• Please write it down – “ingero”
  • Excuse me, please – “tining’okija”
  • Could you help me? – “Teretoki”
  • Could you do me a favour? – “Taskaki”
  • Can you show me? – “Ntoduaki ja”
  • How? – “Aikoja?”
  • Where? – “Aji?”
  • When? – “Anu?”
  • Who? – “Ng’ai?”
  • Why? – “Aanyo?”
  • Which? – “Aaha?”
  • I need – “kayeu”
  • Yes – “eeh”
  • No – “mara nejia”

Transcend Cultural Barriers

Secret Africa - Samburu-Kenya-tribe

These easy to remember words and phrases will make your trip even more enjoyable. Now you can converse with the locals, and get to know them a little better.

Africa is home to many beautiful wild animals, stunning scenery, and all kinds of interesting things. The Baobab is the real representation of life in the African plains. This giant, strange looking tree grows in low-lying areas all over Africa, Madagascar, and Australia.

The Baobab has nine different species. It belongs to the genus Adansonia cluster of trees. There are only two species native to the African mainland, which are the Adansonia Digitata and the Adansonia Kilima. Six of the other species can be located in Madagascar and another in Australia.

The baobab tree can grow to enormous sizes and can live up to 3,000 years. They go by many nicknames as well which include boab, boaboa, tabaldi, monkey bread, upside down tree, bottle tree, and dead rat tree, to name a few.

It’s definitely the symbol of the African jungle. To feed your curiosity about this giant tree, here are some quick fun facts about the Baobab tree.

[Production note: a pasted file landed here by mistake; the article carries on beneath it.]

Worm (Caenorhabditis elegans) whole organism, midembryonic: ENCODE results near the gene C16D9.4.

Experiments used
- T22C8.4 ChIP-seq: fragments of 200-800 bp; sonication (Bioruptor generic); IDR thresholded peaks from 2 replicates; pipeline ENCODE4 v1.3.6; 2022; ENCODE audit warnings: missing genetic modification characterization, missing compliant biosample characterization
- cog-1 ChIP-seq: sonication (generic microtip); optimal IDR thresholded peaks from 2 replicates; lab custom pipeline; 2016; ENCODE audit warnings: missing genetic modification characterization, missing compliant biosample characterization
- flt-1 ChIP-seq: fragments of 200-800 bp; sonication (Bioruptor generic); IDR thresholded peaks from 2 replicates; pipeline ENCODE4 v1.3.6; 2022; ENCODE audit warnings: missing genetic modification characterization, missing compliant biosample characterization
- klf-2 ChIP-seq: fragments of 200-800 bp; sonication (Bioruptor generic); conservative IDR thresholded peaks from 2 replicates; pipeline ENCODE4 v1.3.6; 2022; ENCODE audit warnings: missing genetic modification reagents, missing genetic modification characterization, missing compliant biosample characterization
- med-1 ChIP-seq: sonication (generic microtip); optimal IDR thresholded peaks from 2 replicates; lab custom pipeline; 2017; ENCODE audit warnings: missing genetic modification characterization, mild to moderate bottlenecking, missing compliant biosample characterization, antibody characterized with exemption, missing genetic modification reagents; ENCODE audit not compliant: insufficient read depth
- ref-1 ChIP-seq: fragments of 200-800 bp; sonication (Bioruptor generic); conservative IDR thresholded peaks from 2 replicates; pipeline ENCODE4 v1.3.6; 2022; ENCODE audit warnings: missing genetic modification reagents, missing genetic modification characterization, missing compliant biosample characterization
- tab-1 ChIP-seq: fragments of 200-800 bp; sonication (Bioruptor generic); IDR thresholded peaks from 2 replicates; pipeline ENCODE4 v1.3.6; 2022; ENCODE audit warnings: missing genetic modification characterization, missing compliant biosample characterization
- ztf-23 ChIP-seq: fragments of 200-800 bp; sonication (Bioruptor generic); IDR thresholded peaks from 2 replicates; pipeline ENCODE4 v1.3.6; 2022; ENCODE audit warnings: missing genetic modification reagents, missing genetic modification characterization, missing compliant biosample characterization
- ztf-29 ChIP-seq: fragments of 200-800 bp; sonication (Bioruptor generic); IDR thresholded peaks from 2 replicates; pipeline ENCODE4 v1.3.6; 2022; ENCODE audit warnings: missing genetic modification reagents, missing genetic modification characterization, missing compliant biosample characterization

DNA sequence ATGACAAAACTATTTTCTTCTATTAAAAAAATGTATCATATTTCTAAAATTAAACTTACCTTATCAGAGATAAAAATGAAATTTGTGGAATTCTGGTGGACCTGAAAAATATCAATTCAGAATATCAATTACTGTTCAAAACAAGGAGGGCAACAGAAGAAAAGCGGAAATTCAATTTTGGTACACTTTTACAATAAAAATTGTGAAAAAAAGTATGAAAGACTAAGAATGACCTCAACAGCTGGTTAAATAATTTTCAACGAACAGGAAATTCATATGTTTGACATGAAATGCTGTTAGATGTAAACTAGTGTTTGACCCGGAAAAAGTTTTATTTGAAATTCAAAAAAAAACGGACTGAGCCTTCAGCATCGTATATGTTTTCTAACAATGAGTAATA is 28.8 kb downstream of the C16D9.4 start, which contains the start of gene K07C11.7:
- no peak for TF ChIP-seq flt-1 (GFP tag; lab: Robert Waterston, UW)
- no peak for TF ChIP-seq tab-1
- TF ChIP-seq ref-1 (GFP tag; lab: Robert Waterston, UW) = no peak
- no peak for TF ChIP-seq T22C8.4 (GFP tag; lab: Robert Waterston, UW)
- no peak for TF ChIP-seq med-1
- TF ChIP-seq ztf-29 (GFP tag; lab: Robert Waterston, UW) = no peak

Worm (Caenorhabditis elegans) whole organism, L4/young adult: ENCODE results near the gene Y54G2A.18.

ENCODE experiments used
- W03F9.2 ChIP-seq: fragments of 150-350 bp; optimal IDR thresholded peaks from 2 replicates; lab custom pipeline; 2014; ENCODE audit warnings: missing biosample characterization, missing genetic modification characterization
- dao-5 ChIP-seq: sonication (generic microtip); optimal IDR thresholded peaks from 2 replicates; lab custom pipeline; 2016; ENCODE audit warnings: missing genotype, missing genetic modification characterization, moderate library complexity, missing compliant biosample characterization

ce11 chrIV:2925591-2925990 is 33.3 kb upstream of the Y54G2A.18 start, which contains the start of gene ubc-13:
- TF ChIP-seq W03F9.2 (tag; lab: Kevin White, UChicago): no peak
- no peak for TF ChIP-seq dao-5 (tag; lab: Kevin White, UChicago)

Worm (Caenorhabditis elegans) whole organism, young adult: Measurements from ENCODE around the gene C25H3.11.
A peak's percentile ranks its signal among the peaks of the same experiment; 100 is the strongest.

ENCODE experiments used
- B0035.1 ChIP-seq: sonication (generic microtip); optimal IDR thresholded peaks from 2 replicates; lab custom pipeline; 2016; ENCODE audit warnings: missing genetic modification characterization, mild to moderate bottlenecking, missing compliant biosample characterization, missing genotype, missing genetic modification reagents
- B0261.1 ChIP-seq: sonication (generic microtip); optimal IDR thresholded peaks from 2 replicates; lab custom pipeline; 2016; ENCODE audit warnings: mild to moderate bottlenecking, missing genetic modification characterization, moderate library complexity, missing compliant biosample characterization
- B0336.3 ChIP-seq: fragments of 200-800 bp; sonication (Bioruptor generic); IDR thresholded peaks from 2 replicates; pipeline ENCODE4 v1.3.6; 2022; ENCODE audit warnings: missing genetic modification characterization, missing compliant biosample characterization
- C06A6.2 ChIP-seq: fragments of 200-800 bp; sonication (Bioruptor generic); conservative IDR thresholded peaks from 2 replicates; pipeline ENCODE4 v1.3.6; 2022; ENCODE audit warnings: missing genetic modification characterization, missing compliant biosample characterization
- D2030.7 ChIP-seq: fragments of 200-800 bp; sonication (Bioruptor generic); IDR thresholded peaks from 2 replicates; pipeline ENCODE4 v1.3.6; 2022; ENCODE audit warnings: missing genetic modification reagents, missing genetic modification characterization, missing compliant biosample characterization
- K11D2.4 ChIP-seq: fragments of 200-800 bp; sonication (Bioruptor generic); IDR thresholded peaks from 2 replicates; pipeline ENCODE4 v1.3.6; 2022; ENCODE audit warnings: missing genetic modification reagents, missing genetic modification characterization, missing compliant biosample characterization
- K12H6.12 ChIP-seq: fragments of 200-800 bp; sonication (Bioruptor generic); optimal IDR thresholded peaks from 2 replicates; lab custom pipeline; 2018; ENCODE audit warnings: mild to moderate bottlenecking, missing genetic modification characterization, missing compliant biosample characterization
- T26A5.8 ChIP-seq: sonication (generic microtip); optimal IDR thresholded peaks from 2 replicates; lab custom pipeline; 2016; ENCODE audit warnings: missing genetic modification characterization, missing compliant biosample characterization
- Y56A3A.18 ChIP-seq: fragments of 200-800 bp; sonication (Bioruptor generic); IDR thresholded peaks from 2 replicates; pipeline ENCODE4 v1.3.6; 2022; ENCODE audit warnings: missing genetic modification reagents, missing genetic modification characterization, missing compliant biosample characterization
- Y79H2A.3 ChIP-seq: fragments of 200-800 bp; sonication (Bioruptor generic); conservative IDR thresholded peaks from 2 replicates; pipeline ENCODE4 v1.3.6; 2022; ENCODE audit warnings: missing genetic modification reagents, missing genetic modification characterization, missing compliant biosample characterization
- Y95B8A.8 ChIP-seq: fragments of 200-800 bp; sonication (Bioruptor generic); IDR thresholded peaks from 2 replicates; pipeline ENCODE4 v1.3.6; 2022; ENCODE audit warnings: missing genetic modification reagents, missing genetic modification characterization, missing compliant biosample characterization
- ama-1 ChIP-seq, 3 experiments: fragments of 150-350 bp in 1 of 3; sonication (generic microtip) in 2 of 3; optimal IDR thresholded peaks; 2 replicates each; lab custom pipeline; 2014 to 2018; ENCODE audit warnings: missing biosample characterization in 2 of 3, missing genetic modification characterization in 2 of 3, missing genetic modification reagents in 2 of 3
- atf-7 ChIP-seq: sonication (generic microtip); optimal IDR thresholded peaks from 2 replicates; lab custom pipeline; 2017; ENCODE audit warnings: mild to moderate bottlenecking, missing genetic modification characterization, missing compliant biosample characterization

The Baobab Tree is also known as the Tree of Life

This massive tree is also known as the tree of life, because it has many useful properties. It acts like a huge succulent and its trunk is packed with up to 80% water. San Bushmen used to rely on these trees for water when the rivers started to run dry and when there was no rain.  One baobab tree contains 4,500 liters (or 1,189 gallons) of water. The center of the tree can also give people shelter.

Secret Africa, Fun Facts about the Baobab Tree

The bark and inner parts of the tree is soft, fibrous, and resistant to fire. It can be used to weave clothes and rope. Other parts of the baobab can also be used to make rubber, soap, and glue. The leaves and part of the bark is used in traditional medicine. It’s also a source of life for African wildlife. It provides food and shelter for a variety of species, from the tiniest insects to some of the biggest animals in Africa like the elephant.

It has a Nutritious Super Fruit

The baobab tree has a unique fruit that resembles an oblong velvet covered gourd. The fruit has big black seeds and it has a slightly powdery tart pulp in the center. There are a lot of health benefits that you can gain from eating the fruit and leaves. The young leaves can be an alternative to spinach, while the pulp of the fruit can be soaked and blended into a drink.

The baobab fruit is a super fruit thanks to its high levels of potassium, iron, vitamin C and calcium. According to some reports, the pulp has ten times the amount of vitamin C as oranges. It’s recommended for weight loss, skin elasticity, and contains 50% more calcium that spinach. It can also help the health of your cardiovascular system.

There are many Stories and Legends

When it comes to the baobab tree, there are tons of traditions and legends. The African tribes believe that the baobab tree once grew upright. Because it considered itself to be better than all the other trees, the gods decided to teach it a lesson. To stop its boasting, the gods uprooted it and planted the tree upside down to teach it humility.

Secret Africa, Fun Facts about the Baobab Tree

Specific trees in other parts of Africa also have stories attached to them. Zambia’s Kafue National Park is home to one particularly large tree. The locals refer to it as the Kondanamwali or “the tree that eats damsels”.  According to the legend, the tree fell in love with four local women, who rejected the tree and instead chose to look for human husbands. As a form of revenge, the tree pulled the ladies into its bark and kept them there forever.